Chicken of the woods recipe

Your forest find will become a scrumptious gourmet sandwich with my chicken of the woods recipe, sure to have you searching for more! I’ll also give you some other delectable suggestions to try as this isn’t the only method to prepare these specialty mushrooms.

I had the good fortune to discover my own bounty of these delectable mushrooms last week when working in the forest behind my house. Some I turned into a delicious pasta, and the rest I turned into these mouthwatering sandwiches you see here.


The wonderful wild mushroom, laetiporus sulphureus, is known more generally as “chicken of the woods” because of its succulently mild flavour and meaty texture. Other names for it include Sulphur Shelf and Lobster of the Woods. Due to its vivid orange colour and absence of gills on the bottom, this fungus is simple to identify. But if you’ve never found mushrooms before, always check with a knowledgeable forager before eating. Never eat on a whim!

These mushrooms are frequently found growing on an old oak tree that is rotting on forest borders in the late summer and early fall. However, everything that is discovered on fir trees is not advised to be eaten.


Because their names are so similar, many people mistakenly believe that hen of the woods and chicken of the woods mushrooms are the same. Although they are both polypores and frequently grow on old oak trees, the mushrooms are remarkably dissimilar. One of the most often foraged edible mushrooms is called “hen of the woods,” but it doesn’t have the same distinctive orange hue. Instead, grey or brown are more typical. 


The reason why the mushrooms are known as chicken of the woods is that many people claim that the chicken of the woods recipe tastes like chicken. Although they are much more tender than chicken, they may make a fantastic alternative for chicken in many recipes. Since there is no flavor of seafood, they really taste more like a crab to me. 

No matter what they taste like, they are very amazing. The earthy, musky flavor that many people associate with more common mushrooms is not present in them. This makes it suitable for use in a wide range of recipes.

Never consume a wild chicken of the woods mushroom raw. Cooking will eliminate any heat-sensitive toxins in the mushrooms and lessen any potential stomach problems.


I hope cleaning wild mushrooms is a straightforward operation that mostly relies on common sense. Eliminate any insects, huge dirt clumps, or forest debris that may have fallen onto the mushrooms’ surface. The weeds and sticks that the mushroom may have grown around the need to be removed as well. After that, rinse the mushroom with cold water and, if necessary, give it a quick scrape. After washing, quickly pat it dry with a paper towel. 


Before eating, chicken of the woods must be prepared. Often, the simplest method is to pan-fry or sautee in a few tablespoons of butter. It is quick, and simple, and gives you a cooked mushroom that can be used in a variety of dishes. 

It is frequently better to chop them into little pieces or thin strips before cooking. However, cutting them into slightly larger flats that are a uniform thickness is the ideal method for my sandwich. It helps them cook more evenly if you cut them up. I marinate these delectable mushrooms for four hours before sautéing to give them a richer taste. Since the marinade is based on olive oil, I may use it as my sauteing oil as well. I’ve discovered that marinating them in a sizable sealable plastic bag works best.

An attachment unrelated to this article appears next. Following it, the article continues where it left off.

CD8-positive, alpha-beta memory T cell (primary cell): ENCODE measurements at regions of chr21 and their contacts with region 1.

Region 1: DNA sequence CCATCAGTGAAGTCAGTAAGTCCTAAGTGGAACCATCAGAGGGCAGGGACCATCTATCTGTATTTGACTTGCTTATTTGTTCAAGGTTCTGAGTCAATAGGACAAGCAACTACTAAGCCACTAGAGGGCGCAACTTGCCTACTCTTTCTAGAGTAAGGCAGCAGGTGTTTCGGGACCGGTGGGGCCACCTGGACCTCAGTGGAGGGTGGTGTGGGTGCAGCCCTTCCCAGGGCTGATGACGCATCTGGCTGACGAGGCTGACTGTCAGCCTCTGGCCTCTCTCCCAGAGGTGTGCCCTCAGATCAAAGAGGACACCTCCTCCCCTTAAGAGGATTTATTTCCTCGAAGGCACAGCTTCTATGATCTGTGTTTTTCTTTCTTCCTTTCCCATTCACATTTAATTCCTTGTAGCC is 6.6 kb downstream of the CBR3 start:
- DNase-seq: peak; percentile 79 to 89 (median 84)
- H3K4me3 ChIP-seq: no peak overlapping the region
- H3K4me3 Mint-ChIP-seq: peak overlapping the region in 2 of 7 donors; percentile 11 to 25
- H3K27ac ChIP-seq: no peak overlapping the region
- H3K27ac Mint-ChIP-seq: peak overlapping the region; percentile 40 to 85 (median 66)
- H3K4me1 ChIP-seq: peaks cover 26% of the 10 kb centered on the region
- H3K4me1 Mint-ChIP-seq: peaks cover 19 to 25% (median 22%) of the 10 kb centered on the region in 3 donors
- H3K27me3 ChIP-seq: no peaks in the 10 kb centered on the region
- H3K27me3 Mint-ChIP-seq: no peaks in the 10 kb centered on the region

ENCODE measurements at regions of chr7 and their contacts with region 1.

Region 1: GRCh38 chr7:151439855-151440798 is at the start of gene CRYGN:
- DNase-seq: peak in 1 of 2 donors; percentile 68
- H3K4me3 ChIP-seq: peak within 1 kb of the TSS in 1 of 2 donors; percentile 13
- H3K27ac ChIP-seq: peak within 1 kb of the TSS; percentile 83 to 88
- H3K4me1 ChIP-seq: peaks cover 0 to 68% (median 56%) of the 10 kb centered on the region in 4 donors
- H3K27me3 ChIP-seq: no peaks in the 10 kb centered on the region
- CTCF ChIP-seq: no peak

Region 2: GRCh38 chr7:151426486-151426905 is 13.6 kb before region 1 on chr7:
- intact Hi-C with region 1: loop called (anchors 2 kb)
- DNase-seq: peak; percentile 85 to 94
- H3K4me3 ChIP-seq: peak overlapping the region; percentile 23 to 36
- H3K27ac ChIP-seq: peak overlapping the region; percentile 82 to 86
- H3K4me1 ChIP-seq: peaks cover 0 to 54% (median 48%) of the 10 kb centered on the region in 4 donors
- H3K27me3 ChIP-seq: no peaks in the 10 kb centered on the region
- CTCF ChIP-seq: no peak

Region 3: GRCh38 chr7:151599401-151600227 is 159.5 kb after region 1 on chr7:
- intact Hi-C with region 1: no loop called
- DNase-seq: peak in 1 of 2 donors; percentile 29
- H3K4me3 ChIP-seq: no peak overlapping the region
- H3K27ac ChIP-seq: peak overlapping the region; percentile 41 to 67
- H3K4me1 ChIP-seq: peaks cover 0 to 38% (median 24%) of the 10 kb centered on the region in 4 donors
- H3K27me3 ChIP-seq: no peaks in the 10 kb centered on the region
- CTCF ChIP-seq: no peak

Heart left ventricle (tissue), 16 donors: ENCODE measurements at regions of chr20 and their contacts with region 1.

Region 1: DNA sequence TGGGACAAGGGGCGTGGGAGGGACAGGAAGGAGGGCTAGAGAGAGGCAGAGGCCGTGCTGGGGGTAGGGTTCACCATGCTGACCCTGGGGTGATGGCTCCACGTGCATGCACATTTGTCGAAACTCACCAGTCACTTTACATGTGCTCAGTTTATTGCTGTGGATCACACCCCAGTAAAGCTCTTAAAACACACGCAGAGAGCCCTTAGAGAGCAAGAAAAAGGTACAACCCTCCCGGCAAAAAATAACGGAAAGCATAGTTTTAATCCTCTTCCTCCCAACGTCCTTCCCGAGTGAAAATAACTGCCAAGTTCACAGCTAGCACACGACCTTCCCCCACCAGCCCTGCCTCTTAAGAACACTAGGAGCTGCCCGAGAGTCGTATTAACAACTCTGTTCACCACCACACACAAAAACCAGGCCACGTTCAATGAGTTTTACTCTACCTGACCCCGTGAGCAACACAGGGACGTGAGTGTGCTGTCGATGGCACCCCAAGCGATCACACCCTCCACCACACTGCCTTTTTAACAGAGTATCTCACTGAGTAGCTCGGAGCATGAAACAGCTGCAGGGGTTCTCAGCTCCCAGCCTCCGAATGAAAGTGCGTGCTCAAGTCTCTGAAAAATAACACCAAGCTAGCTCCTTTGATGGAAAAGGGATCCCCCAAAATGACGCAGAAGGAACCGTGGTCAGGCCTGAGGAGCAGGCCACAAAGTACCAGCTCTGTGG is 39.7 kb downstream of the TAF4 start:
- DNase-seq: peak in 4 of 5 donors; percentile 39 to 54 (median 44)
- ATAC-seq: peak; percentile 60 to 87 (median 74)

In many dishes, chicken of the woods works great in place of chicken meat. They not only create a fantastic mushroom sandwich, but you can also use them in these concepts.

4 ounces of sauteed mushrooms, cooked fettuccini noodles, and 1 jar of your preferred pasta sauce make up the Chicken of the Woods Pasta. If desired, sprinkle with grated parmesan cheese.

Fresh herbs – If you simply want to cook some of these wild mushrooms to serve as a simple side dish or to use in your own dishes, think about sautéing them in butter with fresh herbs. It would be ideal to use fresh sage leaves, thyme sprigs, or rosemary. Lemon juice would be a nice complement in this situation as well.

Prep Time: 5 minutes

 Cook Time: 10 minutes

 Marinate: 4 hours

 Total Time: 4 hours 13 minutes

 Servings: 2

 Calories: 649kcal


  • 8 ounces chicken of the woods mushrooms
  • Marinade
  • ▢½ cup olive oil
  • ▢2 tablespoons white wine vinegar
  • ▢2 teaspoons Dijon mustard
  • ▢2 teaspoons Worcestershire sauce
  • ▢2 cloves garlic minced
  • ▢¼ teaspoon black pepper
  • ▢¼ teaspoon salt
  • Sandwich
  • ▢2 ciabatta buns toasted
  • ▢¼ cup arugula
  • ▢2 tablespoons pasta sauce warmed


Preparing chicken of the woods

  • Thoroughly clean the mushrooms to remove all dirt and debris. The mushrooms should next be divided into flat, 3-4” wide pieces that can be piled on a sandwich.
  • Combine the olive oil, white wine vinegar, Dijon mustard, Worcestershire sauce, garlic cloves, salt, and pepper in a small bowl.
  • Fill a gallon bag with the chicken of the woods and the marinade. 4 hours of marinating is recommended.
  • After marinating, place mushrooms in a large skillet over medium heat with some of the marinades, and cook until the mushrooms are soft and starting to brown.

How to Make a Sandwich:

Arugula should be spread on the bottom of a toasted ciabatta bun. Mushroom slices and warmed pasta sauce should be piled on top. Serve right away.


*If preferred, provolone, mozzarella, or parmesan cheese may be added.


Calories: 649kcal | Carbohydrates: 33g | Protein: 9g | Fat: 55g | Saturated Fat: 8g | Sodium: 768mg | Potassium: 490mg | Fiber: 2g | Sugar: 4g | Vitamin A: 134IU | Vitamin C: 5mg | Calcium: 24mg | Iron: 2mg

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